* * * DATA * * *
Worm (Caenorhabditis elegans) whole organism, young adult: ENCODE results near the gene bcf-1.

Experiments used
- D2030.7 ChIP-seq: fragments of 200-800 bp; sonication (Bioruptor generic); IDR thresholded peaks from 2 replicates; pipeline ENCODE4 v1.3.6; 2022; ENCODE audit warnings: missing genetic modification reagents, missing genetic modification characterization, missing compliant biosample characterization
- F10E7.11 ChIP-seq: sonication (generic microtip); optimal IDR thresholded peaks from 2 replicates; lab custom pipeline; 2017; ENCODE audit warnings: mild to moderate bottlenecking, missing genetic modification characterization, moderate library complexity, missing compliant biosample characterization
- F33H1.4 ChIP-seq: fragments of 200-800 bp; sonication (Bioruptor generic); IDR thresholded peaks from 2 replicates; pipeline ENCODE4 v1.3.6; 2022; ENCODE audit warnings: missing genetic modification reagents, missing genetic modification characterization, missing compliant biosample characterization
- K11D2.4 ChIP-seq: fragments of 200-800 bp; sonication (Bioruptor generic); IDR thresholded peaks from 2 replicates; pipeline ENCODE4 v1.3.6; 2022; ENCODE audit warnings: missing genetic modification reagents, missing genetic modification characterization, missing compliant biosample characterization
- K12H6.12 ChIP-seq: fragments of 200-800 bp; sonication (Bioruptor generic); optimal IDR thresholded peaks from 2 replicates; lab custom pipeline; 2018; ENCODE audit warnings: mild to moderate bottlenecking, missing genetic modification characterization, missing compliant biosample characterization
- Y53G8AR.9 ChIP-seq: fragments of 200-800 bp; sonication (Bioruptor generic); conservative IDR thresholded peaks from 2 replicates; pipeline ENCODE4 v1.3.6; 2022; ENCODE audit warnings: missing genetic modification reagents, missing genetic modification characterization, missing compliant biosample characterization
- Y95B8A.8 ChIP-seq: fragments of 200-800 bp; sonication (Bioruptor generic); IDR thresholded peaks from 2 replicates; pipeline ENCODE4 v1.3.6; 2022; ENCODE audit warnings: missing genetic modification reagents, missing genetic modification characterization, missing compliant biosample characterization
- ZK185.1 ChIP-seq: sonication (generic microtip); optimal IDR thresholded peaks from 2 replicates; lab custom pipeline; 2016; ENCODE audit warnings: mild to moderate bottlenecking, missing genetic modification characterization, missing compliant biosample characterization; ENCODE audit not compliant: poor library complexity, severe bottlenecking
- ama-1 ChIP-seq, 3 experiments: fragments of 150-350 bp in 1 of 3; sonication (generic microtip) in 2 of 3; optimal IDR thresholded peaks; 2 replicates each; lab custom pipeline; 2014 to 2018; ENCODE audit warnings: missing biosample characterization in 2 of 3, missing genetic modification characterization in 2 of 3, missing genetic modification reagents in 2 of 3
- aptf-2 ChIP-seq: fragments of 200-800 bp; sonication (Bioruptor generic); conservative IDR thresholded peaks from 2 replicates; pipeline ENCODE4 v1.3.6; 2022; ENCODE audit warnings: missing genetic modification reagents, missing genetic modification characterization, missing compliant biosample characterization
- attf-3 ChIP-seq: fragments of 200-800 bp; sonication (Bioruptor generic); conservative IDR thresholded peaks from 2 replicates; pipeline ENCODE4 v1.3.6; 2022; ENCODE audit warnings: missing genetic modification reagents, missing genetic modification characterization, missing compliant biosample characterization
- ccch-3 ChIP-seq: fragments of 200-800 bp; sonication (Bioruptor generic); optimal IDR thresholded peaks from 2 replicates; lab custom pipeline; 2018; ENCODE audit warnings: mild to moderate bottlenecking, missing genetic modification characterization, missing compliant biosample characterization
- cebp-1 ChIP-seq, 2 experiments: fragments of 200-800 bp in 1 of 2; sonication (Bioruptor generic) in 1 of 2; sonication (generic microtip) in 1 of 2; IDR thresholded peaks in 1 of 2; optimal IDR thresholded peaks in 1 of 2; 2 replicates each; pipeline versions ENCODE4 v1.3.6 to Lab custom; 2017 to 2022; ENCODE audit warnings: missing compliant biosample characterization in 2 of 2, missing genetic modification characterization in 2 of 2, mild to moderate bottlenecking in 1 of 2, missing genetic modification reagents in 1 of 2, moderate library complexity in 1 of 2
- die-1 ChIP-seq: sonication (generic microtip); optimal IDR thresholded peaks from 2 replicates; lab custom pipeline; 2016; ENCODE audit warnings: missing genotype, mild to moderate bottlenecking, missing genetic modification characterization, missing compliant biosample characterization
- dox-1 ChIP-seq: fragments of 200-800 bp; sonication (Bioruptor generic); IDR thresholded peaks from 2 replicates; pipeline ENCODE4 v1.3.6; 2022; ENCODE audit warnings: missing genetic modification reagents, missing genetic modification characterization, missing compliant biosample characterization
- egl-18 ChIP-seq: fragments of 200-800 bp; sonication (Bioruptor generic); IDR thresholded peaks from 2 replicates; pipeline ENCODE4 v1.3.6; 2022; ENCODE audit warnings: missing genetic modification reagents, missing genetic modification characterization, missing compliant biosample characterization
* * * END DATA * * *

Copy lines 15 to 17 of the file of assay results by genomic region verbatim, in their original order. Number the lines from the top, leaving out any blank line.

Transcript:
- cebp-1 ChIP-seq, 2 experiments: fragments of 200-800 bp in 1 of 2; sonication (Bioruptor generic) in 1 of 2; sonication (generic microtip) in 1 of 2; IDR thresholded peaks in 1 of 2; optimal IDR thresholded peaks in 1 of 2; 2 replicates each; pipeline versions ENCODE4 v1.3.6 to Lab custom; 2017 to 2022; ENCODE audit warnings: missing compliant biosample characterization in 2 of 2, missing genetic modification characterization in 2 of 2, mild to moderate bottlenecking in 1 of 2, missing genetic modification reagents in 1 of 2, moderate library complexity in 1 of 2
- die-1 ChIP-seq: sonication (generic microtip); optimal IDR thresholded peaks from 2 replicates; lab custom pipeline; 2016; ENCODE audit warnings: missing genotype, mild to moderate bottlenecking, missing genetic modification characterization, missing compliant biosample characterization
- dox-1 ChIP-seq: fragments of 200-800 bp; sonication (Bioruptor generic); IDR thresholded peaks from 2 replicates; pipeline ENCODE4 v1.3.6; 2022; ENCODE audit warnings: missing genetic modification reagents, missing genetic modification characterization, missing compliant biosample characterization